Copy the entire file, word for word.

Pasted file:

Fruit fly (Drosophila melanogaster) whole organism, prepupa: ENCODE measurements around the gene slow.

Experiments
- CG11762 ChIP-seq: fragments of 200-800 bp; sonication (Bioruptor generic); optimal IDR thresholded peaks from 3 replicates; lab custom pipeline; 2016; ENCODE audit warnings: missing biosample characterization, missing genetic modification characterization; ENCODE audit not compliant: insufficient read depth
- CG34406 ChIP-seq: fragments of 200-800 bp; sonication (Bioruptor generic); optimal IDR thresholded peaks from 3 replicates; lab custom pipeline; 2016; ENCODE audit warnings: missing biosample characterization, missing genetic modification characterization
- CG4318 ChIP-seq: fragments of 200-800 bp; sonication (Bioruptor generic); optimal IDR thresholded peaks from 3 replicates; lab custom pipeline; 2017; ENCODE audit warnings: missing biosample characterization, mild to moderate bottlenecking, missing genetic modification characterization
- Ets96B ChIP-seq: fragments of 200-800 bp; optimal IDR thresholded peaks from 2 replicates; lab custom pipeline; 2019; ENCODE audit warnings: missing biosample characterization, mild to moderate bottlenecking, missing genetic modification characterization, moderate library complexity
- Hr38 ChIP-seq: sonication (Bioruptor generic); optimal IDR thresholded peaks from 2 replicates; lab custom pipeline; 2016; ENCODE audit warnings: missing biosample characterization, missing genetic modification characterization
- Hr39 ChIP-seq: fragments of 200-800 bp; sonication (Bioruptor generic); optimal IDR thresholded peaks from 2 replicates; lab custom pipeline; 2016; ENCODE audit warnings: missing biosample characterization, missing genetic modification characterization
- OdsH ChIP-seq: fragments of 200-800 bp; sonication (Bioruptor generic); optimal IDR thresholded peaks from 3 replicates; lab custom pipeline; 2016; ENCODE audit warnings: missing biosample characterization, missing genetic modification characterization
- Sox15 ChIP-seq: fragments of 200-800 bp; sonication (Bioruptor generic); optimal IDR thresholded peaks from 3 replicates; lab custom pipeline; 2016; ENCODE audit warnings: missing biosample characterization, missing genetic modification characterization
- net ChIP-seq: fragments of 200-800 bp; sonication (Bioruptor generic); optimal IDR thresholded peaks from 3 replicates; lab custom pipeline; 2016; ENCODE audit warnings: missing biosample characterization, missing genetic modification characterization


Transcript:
Fruit fly (Drosophila melanogaster) whole organism, prepupa: ENCODE measurements around the gene slow.

Experiments
- CG11762 ChIP-seq: fragments of 200-800 bp; sonication (Bioruptor generic); optimal IDR thresholded peaks from 3 replicates; lab custom pipeline; 2016; ENCODE audit warnings: missing biosample characterization, missing genetic modification characterization; ENCODE audit not compliant: insufficient read depth
- CG34406 ChIP-seq: fragments of 200-800 bp; sonication (Bioruptor generic); optimal IDR thresholded peaks from 3 replicates; lab custom pipeline; 2016; ENCODE audit warnings: missing biosample characterization, missing genetic modification characterization
- CG4318 ChIP-seq: fragments of 200-800 bp; sonication (Bioruptor generic); optimal IDR thresholded peaks from 3 replicates; lab custom pipeline; 2017; ENCODE audit warnings: missing biosample characterization, mild to moderate bottlenecking, missing genetic modification characterization
- Ets96B ChIP-seq: fragments of 200-800 bp; optimal IDR thresholded peaks from 2 replicates; lab custom pipeline; 2019; ENCODE audit warnings: missing biosample characterization, mild to moderate bottlenecking, missing genetic modification characterization, moderate library complexity
- Hr38 ChIP-seq: sonication (Bioruptor generic); optimal IDR thresholded peaks from 2 replicates; lab custom pipeline; 2016; ENCODE audit warnings: missing biosample characterization, missing genetic modification characterization
- Hr39 ChIP-seq: fragments of 200-800 bp; sonication (Bioruptor generic); optimal IDR thresholded peaks from 2 replicates; lab custom pipeline; 2016; ENCODE audit warnings: missing biosample characterization, missing genetic modification characterization
- OdsH ChIP-seq: fragments of 200-800 bp; sonication (Bioruptor generic); optimal IDR thresholded peaks from 3 replicates; lab custom pipeline; 2016; ENCODE audit warnings: missing biosample characterization, missing genetic modification characterization
- Sox15 ChIP-seq: fragments of 200-800 bp; sonication (Bioruptor generic); optimal IDR thresholded peaks from 3 replicates; lab custom pipeline; 2016; ENCODE audit warnings: missing biosample characterization, missing genetic modification characterization
- net ChIP-seq: fragments of 200-800 bp; sonication (Bioruptor generic); optimal IDR thresholded peaks from 3 replicates; lab custom pipeline; 2016; ENCODE audit warnings: missing biosample characterization, missing genetic modification characterization